An example: markets are more interested in numbers than words and yet education seems not to know how to teach the algorithm. The language of science is mathematics; the minion of science is technology and technology innovates the new products and services that lead to expanded profits. Words, on the other hand, are slippery, unreliable and possibly dangerous. The oral society that we are becoming prefers to hear Rush Limbaugh or Glenn Beck than read the New York Times or the New York Review of Books. Spectacle, images, views are what most powerfully reach us now, thus the popularity of YouTube. A picture may be said to be worth a thousand words but those whose literacy doesn’t go beyond pictures wouldn’t have a thousand words. Right now we are attuned to hear someone talk about what they’ve written than to read what they’ve written. In an age of spectacle the image makers of Madison Avenue, Hollywood and Silicon Valley rule. The kind of education market values pushes us toward pays only lip service to words and reading but values numbers and images. The irreconcilable problem here is how to educate around words and reading and retain what we traditionally consider to be education. The stupefying impasse here is that the market doesn’t want critical reading and thinking.
A revolution now taking place in regard to reading and education is not taking place in schools but in cyberspace as Millennials find their way to the world through Google and Wikipedia and YouTube and blogs and tweets – all delivered to something they hold in the palm of their hand. Institutionalized classroom teacher administered education is going Jurassic and that may be the fatal problem no one wants to face. Private enterprise already controls the technology and may hold on to a privatized education when it gets it -- if the profits prove large enough. The future of education then would be a competition between profit and greater profit, the free and public brand of education “creatively destroyed.”
Let’s now assume that the way we think about things, in this case education, is not held captive to market values. Let’s play out a different hand.
Let’s assume the 2008 Great Recession right up to the “Flash Crash” of May 2010 in which the Dow Jones dropped 600 points in five minutes for no reason that has been accepted initiated a skeptical attitude which extended to a market values approach to education. What would education mean then?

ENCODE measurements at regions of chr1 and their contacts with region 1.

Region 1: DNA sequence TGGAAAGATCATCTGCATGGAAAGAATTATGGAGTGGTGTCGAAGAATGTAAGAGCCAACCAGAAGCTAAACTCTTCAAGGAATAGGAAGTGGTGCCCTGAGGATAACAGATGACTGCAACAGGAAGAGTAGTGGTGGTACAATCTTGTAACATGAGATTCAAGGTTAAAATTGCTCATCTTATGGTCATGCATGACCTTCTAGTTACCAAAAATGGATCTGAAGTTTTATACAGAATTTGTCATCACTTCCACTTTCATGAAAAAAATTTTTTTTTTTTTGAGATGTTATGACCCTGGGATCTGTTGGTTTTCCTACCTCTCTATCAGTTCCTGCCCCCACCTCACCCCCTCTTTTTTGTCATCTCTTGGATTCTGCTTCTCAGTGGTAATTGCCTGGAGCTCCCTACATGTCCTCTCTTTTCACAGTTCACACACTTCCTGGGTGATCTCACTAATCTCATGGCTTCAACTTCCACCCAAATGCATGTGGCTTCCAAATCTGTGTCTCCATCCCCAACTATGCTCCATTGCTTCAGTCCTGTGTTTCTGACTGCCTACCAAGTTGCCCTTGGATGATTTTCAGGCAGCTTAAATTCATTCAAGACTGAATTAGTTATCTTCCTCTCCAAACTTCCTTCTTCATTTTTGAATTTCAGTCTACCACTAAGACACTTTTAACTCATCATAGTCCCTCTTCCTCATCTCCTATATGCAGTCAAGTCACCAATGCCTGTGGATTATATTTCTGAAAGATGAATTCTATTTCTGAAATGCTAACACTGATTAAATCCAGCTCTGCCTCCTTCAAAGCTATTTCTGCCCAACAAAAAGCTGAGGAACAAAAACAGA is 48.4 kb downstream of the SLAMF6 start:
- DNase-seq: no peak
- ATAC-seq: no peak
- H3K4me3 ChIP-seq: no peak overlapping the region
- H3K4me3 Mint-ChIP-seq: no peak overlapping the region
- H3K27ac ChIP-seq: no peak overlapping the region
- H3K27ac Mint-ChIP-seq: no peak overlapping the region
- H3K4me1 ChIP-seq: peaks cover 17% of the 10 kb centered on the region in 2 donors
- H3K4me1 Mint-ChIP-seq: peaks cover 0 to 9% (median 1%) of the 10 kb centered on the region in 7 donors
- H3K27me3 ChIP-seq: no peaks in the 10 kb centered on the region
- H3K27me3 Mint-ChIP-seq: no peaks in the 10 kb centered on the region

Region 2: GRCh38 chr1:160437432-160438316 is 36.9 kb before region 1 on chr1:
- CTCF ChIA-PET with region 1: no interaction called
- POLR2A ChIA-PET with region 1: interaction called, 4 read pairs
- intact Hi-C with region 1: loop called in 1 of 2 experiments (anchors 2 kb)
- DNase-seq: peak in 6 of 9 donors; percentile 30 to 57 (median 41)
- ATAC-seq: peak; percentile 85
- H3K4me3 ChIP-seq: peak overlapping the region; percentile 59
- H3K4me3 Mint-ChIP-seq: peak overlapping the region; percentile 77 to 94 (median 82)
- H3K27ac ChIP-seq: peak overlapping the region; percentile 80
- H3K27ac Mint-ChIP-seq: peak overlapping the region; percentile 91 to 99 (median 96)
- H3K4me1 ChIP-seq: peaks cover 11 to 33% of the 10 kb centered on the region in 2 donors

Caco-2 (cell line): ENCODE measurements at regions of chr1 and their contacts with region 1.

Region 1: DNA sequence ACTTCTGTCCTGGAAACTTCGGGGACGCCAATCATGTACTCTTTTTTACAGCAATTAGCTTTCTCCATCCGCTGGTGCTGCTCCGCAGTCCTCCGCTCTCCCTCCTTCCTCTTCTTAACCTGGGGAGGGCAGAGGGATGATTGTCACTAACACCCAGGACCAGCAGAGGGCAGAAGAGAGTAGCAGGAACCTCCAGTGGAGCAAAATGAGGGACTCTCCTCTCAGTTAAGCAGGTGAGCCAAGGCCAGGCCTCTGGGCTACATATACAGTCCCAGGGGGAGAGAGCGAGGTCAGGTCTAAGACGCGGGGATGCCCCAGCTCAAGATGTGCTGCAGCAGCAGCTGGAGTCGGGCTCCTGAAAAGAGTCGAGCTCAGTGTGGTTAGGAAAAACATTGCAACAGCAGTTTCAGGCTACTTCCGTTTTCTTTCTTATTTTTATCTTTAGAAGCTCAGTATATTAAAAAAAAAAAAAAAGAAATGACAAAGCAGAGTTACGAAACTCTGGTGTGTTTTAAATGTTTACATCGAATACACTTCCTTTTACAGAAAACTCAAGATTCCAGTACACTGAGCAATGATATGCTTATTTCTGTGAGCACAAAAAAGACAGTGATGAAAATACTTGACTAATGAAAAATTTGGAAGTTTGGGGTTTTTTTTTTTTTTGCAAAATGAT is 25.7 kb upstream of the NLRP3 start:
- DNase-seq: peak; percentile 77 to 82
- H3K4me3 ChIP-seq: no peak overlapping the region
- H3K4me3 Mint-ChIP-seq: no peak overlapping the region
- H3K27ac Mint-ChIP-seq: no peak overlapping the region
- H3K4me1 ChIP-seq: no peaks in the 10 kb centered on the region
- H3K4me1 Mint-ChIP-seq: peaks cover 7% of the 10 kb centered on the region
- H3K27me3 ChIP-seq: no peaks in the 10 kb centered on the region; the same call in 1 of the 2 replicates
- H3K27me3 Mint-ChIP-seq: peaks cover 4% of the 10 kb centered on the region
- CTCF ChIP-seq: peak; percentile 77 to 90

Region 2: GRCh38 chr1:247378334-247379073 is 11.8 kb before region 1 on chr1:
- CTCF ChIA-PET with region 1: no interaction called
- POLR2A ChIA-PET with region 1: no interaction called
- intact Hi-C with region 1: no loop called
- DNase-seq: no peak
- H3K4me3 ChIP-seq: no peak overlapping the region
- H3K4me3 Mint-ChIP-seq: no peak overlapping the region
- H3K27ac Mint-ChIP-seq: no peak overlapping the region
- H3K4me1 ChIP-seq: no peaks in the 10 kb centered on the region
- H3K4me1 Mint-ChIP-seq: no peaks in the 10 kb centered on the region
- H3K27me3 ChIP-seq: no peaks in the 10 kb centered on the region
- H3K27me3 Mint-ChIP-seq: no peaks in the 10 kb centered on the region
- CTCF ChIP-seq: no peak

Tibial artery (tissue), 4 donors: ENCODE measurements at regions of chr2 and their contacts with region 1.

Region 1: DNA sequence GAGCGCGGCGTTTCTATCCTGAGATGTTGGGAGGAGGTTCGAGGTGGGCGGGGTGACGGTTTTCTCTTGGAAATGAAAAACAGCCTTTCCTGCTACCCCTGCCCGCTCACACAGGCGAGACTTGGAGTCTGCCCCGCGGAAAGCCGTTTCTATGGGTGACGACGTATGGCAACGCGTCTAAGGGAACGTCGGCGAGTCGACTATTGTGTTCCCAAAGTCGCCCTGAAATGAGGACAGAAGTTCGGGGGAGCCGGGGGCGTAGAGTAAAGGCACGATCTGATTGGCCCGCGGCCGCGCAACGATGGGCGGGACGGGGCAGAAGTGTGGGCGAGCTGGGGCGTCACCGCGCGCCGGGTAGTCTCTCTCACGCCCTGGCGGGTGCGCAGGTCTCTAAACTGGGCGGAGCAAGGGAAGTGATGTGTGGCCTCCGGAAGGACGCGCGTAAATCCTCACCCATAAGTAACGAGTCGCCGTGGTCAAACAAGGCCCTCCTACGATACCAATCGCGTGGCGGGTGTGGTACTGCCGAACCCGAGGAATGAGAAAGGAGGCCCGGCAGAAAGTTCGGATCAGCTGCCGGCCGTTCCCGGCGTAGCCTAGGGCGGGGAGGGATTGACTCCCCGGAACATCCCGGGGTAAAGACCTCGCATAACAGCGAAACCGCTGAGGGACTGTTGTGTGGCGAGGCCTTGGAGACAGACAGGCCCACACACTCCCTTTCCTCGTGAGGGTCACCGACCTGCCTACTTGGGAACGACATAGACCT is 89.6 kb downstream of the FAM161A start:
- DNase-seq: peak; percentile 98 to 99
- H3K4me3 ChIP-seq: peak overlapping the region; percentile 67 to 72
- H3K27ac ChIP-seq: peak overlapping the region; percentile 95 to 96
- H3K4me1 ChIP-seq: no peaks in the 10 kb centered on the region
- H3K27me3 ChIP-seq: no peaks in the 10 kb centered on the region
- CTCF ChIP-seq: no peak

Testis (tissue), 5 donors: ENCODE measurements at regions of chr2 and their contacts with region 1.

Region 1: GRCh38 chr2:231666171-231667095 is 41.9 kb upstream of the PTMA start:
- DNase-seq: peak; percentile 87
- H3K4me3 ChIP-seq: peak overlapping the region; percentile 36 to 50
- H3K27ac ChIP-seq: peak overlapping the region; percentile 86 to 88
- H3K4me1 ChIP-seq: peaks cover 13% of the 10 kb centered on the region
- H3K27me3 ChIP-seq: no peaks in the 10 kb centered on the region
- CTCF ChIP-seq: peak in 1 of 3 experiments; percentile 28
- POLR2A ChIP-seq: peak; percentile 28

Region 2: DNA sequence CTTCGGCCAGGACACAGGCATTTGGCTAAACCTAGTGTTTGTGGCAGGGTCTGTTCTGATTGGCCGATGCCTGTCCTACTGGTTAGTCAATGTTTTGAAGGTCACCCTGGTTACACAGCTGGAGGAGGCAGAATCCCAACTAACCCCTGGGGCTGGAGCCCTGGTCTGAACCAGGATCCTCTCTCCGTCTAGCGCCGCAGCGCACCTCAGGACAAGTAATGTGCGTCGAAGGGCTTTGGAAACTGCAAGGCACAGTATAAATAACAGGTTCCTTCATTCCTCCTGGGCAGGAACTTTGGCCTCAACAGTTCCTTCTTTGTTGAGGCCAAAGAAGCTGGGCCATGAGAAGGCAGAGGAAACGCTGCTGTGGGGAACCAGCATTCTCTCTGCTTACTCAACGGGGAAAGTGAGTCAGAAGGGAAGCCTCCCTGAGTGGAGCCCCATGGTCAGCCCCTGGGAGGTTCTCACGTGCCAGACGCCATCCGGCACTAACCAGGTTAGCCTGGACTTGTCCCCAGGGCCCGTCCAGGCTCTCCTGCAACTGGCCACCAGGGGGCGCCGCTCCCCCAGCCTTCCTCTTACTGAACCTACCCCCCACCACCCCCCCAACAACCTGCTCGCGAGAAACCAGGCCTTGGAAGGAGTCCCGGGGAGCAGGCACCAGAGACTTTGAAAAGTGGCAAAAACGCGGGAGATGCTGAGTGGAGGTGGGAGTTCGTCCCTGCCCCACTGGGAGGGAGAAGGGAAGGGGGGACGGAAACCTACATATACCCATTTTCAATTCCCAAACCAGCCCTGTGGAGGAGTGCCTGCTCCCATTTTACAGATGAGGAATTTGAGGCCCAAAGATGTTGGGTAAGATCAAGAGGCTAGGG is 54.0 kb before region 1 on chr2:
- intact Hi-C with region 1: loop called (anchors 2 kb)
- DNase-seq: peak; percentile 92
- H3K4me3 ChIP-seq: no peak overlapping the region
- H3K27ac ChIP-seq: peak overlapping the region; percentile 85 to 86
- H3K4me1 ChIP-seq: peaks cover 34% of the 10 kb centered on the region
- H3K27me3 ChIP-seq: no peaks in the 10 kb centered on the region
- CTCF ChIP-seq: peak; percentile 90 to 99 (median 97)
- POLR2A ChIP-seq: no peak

Such skepticism would summon immediately its own minion – critical thinking, the bedrock of that being critical reading. One reads not only to understand but to relate what one is reading to a wider cultural context. Following Jefferson’s notion that our democracy depended upon an educated populace, we would now place political literacy in a prominent educational position. Such literacy would preempt any satisfaction with, say, the Tea Party’s reading of the Constitution, the Federalist Papers and the continued history of States’ rights and Federal authority. Because understanding depends upon both an historical frame and a comparative frame, historical literacy and global literacy, which includes geographical literacy, become part of our skeptic’s education. What is left out in the present or poorly understood or a mere repetition of what has failed in the past can only be discovered through a knowledge of history.
The arts, music and literature are re-introduced in importance because we can only see through and go beyond the limitations of any value system, whether market based or socialist or religious or pragmatic and so on, via the imagination. “What is real today was once only imagined,” in the words of William Blake. To this list I would add philosophical literacy, sufficient to question the limitations and constraints of “free to choose,” personal responsibility, and individualism.
Market values have little interest in history which is no more than yesterday’s stock returns, yesteryear’s horse race. History may also, as it does, harbor values and meanings that directly oppose the supremacy of market values. And needless to say, if we educated and graduated critical thinkers, supermarket cereal aisles would be smaller, Obama wouldn’t be called both a socialist and a fascist, we wouldn’t be holding Creative Design and Darwin as equally valid theories, we wouldn’t be driving SUVs in the face of global warming, we’d be taking measures to reduce global warming regardless of a loss in profits to shareholders, we wouldn’t be blaming unions for keeping salaries at 1973 levels, we wouldn’t be repeating Viet-nam in Afghanistan right now, we would recognize the play of chance in everyone life and therefore adjust our notions of winners and losers accordingly, we wouldn’t follow Oprah in the belief that personal will puts checks in the mail --- we would at the end of this long list realize that we shouldn’t be waiting for superman when we think about education. We need to just look back and see what was meant by education before we went inside the big box of market values.
Joseph Natoli is the former series editor of POSTMODERN CULTURE for the SUNY Press (1990-2009).